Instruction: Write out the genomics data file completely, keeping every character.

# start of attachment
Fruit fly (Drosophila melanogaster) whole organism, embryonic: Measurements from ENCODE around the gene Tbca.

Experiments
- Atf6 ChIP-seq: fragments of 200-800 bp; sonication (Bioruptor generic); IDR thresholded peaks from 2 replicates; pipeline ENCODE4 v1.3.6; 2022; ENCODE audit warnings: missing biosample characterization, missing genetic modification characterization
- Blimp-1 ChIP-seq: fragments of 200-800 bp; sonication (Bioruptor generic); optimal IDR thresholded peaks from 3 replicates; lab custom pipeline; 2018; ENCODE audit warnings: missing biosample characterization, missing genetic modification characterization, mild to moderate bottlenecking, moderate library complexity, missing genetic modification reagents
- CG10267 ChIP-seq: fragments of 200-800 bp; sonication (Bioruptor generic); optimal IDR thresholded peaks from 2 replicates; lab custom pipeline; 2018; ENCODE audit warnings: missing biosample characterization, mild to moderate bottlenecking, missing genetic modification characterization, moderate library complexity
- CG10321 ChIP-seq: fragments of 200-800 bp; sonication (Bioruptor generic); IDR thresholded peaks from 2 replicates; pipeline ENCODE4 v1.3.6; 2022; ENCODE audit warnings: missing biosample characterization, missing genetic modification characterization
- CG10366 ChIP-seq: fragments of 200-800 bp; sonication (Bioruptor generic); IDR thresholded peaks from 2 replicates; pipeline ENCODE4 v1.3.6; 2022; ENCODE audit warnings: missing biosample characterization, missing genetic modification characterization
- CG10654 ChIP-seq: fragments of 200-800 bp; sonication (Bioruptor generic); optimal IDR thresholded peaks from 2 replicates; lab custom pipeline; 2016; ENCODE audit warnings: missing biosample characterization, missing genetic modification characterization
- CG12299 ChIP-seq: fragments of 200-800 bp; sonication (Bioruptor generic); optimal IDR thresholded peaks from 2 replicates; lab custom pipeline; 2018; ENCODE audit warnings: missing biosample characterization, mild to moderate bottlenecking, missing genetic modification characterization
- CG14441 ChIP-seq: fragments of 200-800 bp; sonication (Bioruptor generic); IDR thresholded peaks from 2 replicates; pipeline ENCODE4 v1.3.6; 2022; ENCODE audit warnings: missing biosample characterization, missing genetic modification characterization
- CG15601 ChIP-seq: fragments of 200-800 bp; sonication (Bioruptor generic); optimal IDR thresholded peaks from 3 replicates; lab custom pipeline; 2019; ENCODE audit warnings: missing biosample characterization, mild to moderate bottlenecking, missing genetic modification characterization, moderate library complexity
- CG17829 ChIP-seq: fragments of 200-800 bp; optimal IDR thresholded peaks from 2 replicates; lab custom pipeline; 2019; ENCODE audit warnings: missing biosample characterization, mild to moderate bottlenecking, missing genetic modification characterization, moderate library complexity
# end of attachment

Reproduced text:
Fruit fly (Drosophila melanogaster) whole organism, embryonic: Measurements from ENCODE around the gene Tbca.

Experiments
- Atf6 ChIP-seq: fragments of 200-800 bp; sonication (Bioruptor generic); IDR thresholded peaks from 2 replicates; pipeline ENCODE4 v1.3.6; 2022; ENCODE audit warnings: missing biosample characterization, missing genetic modification characterization
- Blimp-1 ChIP-seq: fragments of 200-800 bp; sonication (Bioruptor generic); optimal IDR thresholded peaks from 3 replicates; lab custom pipeline; 2018; ENCODE audit warnings: missing biosample characterization, missing genetic modification characterization, mild to moderate bottlenecking, moderate library complexity, missing genetic modification reagents
- CG10267 ChIP-seq: fragments of 200-800 bp; sonication (Bioruptor generic); optimal IDR thresholded peaks from 2 replicates; lab custom pipeline; 2018; ENCODE audit warnings: missing biosample characterization, mild to moderate bottlenecking, missing genetic modification characterization, moderate library complexity
- CG10321 ChIP-seq: fragments of 200-800 bp; sonication (Bioruptor generic); IDR thresholded peaks from 2 replicates; pipeline ENCODE4 v1.3.6; 2022; ENCODE audit warnings: missing biosample characterization, missing genetic modification characterization
- CG10366 ChIP-seq: fragments of 200-800 bp; sonication (Bioruptor generic); IDR thresholded peaks from 2 replicates; pipeline ENCODE4 v1.3.6; 2022; ENCODE audit warnings: missing biosample characterization, missing genetic modification characterization
- CG10654 ChIP-seq: fragments of 200-800 bp; sonication (Bioruptor generic); optimal IDR thresholded peaks from 2 replicates; lab custom pipeline; 2016; ENCODE audit warnings: missing biosample characterization, missing genetic modification characterization
- CG12299 ChIP-seq: fragments of 200-800 bp; sonication (Bioruptor generic); optimal IDR thresholded peaks from 2 replicates; lab custom pipeline; 2018; ENCODE audit warnings: missing biosample characterization, mild to moderate bottlenecking, missing genetic modification characterization
- CG14441 ChIP-seq: fragments of 200-800 bp; sonication (Bioruptor generic); IDR thresholded peaks from 2 replicates; pipeline ENCODE4 v1.3.6; 2022; ENCODE audit warnings: missing biosample characterization, missing genetic modification characterization
- CG15601 ChIP-seq: fragments of 200-800 bp; sonication (Bioruptor generic); optimal IDR thresholded peaks from 3 replicates; lab custom pipeline; 2019; ENCODE audit warnings: missing biosample characterization, mild to moderate bottlenecking, missing genetic modification characterization, moderate library complexity
- CG17829 ChIP-seq: fragments of 200-800 bp; optimal IDR thresholded peaks from 2 replicates; lab custom pipeline; 2019; ENCODE audit warnings: missing biosample characterization, mild to moderate bottlenecking, missing genetic modification characterization, moderate library complexity